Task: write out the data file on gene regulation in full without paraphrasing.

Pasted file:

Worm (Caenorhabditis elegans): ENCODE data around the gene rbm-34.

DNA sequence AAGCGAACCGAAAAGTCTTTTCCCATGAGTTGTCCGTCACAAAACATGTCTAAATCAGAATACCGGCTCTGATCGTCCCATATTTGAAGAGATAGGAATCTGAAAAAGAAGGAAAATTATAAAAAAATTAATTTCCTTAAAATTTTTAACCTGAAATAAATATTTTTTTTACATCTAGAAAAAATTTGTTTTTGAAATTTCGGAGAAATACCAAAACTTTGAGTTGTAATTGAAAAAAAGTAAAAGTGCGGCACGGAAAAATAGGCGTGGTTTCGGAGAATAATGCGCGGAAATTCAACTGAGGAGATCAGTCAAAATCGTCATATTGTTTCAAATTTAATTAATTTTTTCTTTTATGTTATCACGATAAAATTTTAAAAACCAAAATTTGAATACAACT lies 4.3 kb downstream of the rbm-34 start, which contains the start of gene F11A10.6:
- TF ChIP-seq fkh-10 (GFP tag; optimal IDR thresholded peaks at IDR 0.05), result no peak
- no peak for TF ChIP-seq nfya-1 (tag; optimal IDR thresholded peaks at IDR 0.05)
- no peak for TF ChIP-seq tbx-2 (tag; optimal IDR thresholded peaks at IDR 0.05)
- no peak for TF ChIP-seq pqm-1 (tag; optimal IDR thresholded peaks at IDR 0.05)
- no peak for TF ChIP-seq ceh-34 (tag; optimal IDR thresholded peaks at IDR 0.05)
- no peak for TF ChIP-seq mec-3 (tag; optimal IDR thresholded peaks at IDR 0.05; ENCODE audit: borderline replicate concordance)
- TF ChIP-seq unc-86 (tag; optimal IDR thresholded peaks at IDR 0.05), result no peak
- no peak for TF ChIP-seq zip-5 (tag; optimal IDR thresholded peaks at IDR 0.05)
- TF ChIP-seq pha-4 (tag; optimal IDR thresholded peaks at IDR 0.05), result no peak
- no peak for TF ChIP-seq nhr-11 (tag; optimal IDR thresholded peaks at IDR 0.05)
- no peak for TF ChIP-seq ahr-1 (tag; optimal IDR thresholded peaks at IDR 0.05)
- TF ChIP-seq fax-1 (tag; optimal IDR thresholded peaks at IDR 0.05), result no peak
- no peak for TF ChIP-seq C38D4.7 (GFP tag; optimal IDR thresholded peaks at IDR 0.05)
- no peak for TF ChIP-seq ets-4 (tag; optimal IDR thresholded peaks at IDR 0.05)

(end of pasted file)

Worm (Caenorhabditis elegans): ENCODE data around the gene rbm-34.

DNA sequence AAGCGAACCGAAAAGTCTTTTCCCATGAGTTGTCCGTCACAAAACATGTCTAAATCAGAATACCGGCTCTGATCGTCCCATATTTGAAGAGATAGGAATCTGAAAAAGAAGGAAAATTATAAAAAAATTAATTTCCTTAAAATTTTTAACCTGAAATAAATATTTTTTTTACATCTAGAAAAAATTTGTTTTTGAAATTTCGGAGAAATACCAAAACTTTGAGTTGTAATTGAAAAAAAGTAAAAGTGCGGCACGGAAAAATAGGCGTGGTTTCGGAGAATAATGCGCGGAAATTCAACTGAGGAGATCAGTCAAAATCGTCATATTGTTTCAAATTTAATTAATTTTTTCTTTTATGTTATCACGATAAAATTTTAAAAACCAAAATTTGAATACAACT lies 4.3 kb downstream of the rbm-34 start, which contains the start of gene F11A10.6:
- TF ChIP-seq fkh-10 (GFP tag; optimal IDR thresholded peaks at IDR 0.05), result no peak
- no peak for TF ChIP-seq nfya-1 (tag; optimal IDR thresholded peaks at IDR 0.05)
- no peak for TF ChIP-seq tbx-2 (tag; optimal IDR thresholded peaks at IDR 0.05)
- no peak for TF ChIP-seq pqm-1 (tag; optimal IDR thresholded peaks at IDR 0.05)
- no peak for TF ChIP-seq ceh-34 (tag; optimal IDR thresholded peaks at IDR 0.05)
- no peak for TF ChIP-seq mec-3 (tag; optimal IDR thresholded peaks at IDR 0.05; ENCODE audit: borderline replicate concordance)
- TF ChIP-seq unc-86 (tag; optimal IDR thresholded peaks at IDR 0.05), result no peak
- no peak for TF ChIP-seq zip-5 (tag; optimal IDR thresholded peaks at IDR 0.05)
- TF ChIP-seq pha-4 (tag; optimal IDR thresholded peaks at IDR 0.05), result no peak
- no peak for TF ChIP-seq nhr-11 (tag; optimal IDR thresholded peaks at IDR 0.05)
- no peak for TF ChIP-seq ahr-1 (tag; optimal IDR thresholded peaks at IDR 0.05)
- TF ChIP-seq fax-1 (tag; optimal IDR thresholded peaks at IDR 0.05), result no peak
- no peak for TF ChIP-seq C38D4.7 (GFP tag; optimal IDR thresholded peaks at IDR 0.05)
- no peak for TF ChIP-seq ets-4 (tag; optimal IDR thresholded peaks at IDR 0.05)